Why do you train.

I had never written in detail my reasons to train as I feel they change all the time. But I’ve learned after writing this the foundation of it stands solid.

Questions taken from Those Guys Collective

  1. If you were to describe your training with the two fundamental aspects of it, which would it be? Describe them.

Have fun, requiring me to constantly learn, which increases the time I spend doing it.

Exposing myself to challenge. There’s always something I must give up when I focus on a task. Going outside my comfort zone keeps me away from my echo chamber.

  1. What are you looking for with your training?

     Discomfort. Quality engagement which leads to discovery.

  1. Is progress important for you? What means “progress” for you?

Progress means to increase the complexity of a situation. No progress and I wallow in the shallow.

  1. Are there things from outside that influence your training? (PK or not PK)

Exposing myself to challenge refers to anything else in my life where I am in a state of discomfort, reinforcing this pattern…. Dance, climbing, making contact with strangers…

  1. What did influence you the most on your Parkour-Journey?

My training buddies and teachers. Weight training. Meeting Ido Portal and training his method. Freezing outdoors for a night in the snow with friends in sneakers.

  1. What big changes occurred in your training, if there were any?

Lifting made me more powerful and confident.
Meeting Ido Portal opened a deeper appreciation of my desire to move.
For over a year and a half, I had post concussive symptoms.
The conversations and training I had with people I met during my travels in Europe.

  1. What’s your motivation to train and were does it come from?

It’s fun and it’s my chosen craft for aiming as high as I can to do what I could once not do.

  1. Did your attitude towards training or you motivation change during your journey? (What did change? What were the causes?)

The beginning was about exploration- my capabilities, the environment, having fun with friends and pushing our limits.

The following years became more about– how do I become better…  than? I didn’t question this thoroughly enough…  it was an ambiguous time where I had a lot more external motivations than before. I had an image of what I wanted to become without the tools to get there.­

I got hit in the head and had post-concussive symptoms that persisted. I stubbornly struggled for awhile until I gave up on Parkour. In hindsight, I subconsciously gave up on the parkour I had become attached to that was no longer serving me well.

Learning is what matters. My spirit is in preference to win together because the more we progress together, the more opportunities there are for fun.

  1. Do you want to convey a certain image of Parkour/the spirit?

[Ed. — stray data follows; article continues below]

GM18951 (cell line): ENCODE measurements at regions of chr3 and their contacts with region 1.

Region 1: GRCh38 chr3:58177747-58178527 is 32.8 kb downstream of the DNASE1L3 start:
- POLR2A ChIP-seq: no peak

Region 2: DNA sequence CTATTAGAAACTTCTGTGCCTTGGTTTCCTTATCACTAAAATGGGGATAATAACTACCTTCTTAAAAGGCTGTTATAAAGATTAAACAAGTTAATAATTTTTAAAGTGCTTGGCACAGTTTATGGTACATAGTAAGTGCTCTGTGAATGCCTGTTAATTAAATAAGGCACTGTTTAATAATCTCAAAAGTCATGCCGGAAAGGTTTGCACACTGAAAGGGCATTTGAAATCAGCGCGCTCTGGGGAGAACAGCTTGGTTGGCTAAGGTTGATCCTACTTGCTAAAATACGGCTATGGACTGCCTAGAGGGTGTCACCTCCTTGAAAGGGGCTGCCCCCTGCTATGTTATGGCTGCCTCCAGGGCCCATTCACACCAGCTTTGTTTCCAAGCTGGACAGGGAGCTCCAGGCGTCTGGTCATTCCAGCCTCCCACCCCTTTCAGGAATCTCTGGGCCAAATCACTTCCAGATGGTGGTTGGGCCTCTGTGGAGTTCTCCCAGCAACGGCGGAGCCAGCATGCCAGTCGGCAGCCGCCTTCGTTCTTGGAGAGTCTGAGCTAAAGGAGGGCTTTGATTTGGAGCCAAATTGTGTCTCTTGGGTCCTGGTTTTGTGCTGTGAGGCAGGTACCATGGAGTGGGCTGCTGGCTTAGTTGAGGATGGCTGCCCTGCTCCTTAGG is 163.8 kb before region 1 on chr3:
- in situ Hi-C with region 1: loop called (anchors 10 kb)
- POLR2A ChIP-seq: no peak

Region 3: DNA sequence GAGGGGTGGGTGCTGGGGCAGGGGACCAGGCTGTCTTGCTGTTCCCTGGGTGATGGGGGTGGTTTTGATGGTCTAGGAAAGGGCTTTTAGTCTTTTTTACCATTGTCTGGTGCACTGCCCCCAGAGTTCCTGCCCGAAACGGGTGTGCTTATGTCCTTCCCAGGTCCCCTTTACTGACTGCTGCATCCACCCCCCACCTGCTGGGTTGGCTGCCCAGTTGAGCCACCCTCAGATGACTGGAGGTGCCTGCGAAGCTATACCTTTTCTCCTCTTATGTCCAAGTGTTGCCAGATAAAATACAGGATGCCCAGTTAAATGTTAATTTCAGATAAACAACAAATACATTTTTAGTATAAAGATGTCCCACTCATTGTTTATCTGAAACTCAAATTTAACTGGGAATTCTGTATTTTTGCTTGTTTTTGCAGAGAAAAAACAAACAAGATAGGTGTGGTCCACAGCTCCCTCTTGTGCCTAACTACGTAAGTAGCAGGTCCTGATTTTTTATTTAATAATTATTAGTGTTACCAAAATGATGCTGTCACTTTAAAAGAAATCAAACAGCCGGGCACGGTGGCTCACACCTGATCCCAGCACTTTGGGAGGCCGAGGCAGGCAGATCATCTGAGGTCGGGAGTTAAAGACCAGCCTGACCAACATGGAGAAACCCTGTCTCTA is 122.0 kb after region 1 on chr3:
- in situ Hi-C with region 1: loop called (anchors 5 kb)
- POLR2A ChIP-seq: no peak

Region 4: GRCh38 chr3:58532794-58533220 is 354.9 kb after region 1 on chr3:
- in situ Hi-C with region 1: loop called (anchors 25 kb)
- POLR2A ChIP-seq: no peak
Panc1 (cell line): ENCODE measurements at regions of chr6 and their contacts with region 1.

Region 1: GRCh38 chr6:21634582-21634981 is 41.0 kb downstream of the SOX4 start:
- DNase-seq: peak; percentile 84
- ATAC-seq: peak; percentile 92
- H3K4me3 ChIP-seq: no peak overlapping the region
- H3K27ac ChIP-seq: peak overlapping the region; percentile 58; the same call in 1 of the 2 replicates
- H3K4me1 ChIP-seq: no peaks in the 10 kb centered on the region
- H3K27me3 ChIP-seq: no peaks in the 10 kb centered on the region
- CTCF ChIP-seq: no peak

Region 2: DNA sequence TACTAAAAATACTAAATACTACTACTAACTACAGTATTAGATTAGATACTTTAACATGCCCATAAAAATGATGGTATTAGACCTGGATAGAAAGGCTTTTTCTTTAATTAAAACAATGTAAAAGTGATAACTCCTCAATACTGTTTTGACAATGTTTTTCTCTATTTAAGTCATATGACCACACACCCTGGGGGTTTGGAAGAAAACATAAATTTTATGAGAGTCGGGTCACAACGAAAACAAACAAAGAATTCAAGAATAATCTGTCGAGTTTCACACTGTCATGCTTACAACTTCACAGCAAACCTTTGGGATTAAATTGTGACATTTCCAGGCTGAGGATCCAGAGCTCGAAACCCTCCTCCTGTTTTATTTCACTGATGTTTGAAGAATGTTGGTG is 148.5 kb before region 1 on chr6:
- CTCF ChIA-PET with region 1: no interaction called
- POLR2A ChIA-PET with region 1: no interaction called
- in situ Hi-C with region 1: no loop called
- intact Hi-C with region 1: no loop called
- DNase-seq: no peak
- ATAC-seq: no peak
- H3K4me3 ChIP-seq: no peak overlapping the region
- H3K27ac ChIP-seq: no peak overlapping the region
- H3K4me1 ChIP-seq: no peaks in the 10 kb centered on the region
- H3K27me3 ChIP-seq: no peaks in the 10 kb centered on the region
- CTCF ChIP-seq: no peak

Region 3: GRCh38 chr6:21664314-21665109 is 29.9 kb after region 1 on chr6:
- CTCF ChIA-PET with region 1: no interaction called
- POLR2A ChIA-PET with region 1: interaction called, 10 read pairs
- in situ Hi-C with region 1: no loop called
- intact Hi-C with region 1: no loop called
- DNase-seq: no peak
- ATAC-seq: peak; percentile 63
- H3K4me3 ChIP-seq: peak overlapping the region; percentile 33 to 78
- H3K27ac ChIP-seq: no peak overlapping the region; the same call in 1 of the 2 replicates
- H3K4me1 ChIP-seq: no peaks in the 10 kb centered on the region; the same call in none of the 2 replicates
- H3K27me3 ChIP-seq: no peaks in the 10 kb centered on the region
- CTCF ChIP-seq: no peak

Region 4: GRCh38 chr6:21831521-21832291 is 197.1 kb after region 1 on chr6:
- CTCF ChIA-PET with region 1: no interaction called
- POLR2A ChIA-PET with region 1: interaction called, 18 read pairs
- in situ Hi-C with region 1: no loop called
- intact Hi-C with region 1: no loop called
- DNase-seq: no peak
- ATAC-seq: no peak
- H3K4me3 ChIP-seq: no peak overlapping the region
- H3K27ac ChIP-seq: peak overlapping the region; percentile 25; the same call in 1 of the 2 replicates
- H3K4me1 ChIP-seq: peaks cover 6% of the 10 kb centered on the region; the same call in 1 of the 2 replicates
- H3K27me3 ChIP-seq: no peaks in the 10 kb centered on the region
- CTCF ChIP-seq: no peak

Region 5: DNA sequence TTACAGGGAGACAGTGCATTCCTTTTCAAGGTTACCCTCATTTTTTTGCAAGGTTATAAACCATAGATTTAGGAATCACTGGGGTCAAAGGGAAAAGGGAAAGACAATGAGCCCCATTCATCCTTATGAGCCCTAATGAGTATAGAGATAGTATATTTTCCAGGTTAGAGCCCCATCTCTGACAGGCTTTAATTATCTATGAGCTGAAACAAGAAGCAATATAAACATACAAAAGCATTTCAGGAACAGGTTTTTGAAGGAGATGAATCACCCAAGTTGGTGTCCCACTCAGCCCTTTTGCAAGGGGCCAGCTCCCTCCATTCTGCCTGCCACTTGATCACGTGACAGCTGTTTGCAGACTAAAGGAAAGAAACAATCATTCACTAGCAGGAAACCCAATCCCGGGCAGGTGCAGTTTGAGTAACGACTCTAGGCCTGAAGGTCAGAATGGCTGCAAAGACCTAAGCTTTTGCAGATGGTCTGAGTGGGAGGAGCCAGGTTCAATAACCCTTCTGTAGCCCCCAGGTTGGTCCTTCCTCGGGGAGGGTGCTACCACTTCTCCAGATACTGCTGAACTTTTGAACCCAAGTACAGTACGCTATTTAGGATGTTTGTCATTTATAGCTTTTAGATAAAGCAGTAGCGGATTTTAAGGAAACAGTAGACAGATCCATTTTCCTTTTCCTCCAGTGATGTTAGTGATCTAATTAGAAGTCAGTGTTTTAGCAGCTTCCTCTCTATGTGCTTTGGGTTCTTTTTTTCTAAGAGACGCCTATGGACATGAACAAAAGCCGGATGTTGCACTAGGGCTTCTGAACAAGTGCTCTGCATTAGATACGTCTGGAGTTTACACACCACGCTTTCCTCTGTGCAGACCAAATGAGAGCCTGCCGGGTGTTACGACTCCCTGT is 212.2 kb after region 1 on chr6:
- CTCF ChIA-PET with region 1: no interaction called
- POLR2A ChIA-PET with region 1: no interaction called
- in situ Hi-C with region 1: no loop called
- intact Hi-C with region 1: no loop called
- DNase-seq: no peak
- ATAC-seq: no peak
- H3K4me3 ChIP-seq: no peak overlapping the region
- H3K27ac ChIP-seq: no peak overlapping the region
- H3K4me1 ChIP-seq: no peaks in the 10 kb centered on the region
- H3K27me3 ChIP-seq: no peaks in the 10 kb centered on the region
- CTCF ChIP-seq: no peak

We’re all individuals who share the purpose to better ourselves. Although, let’s not be delusional… we’re not snowflakes.

  1. How do you approach your training?

Currently (while traveling throughout Europe), sporadically. However when I have a set purpose, I aim to complete it with planning.

  1. What are the deciding factors whether you stop at a location and train there or not?

The feels.

  1. How do ideas for runs and moves come to your mind?

If there is a general theme I’ve been working on, I’ll use that as my basis. But if the area I’m in has something else that draws me to it, I’ll work on that. Often times, I’m drawn to what I’m afraid of doing but can see that it is possible. When I am with others, sometimes they can see things that are possible for me that I hadn’t even considered. I like those people a lot.

  1. What’s “creativity” for you?

I had a conversation with my friend, Raffi about being creative. Can we be creative in a negative state of mind? I don’t believe so but I am up for discussion on it. Creativity starts for me at the edge of what we can control and what we cannot.

  1. What role does creativity play in your training?

It’s necessary for my growth as a practitioner. But there are times when I am committed to a process and it’s not necessary at all.  I view creativity as the other to order.

  1. How is the creative process in your training like?

The more substantial my creative outcome is, the more solid is my foundational work. The more easy it is for me to draw from simple elements = the more quickly I can build on them.

  1. What’s important to you when it comes to dealing with challenges?

No stress.

  1. What’s your opinion on competition and comparing in general?

If I do it, I do it sparingly. I don’t find comparing or competition to teach me as much as it may have in the past. I feel there’s still something left for me to learn from but I’m not drawn to it at this time. I try to view it as a tool like any other.

  1. Why do you film?

So I can watch myself move. I would like to film with more intention in the future so I can make something cool and pretty. Maybe to an MF doom song or something.

  1. What role do opinions, comments and feedback in general have for you?

They’re tools. I’m aware that I’m often drawn to what is the most relevant to me at the time and seek it more often than probably necessary for my desired outcome.

  1. Do you feel like a part of the Parkour-Community?

No, I can’t do a backflip.

One Reply to “Why do you train.”

  1. kats says:

    But backflips are freerunning! 😛

    Keep training, Mandy! Great to see that the concussion didn’t stop you.

    Liked by 1 person

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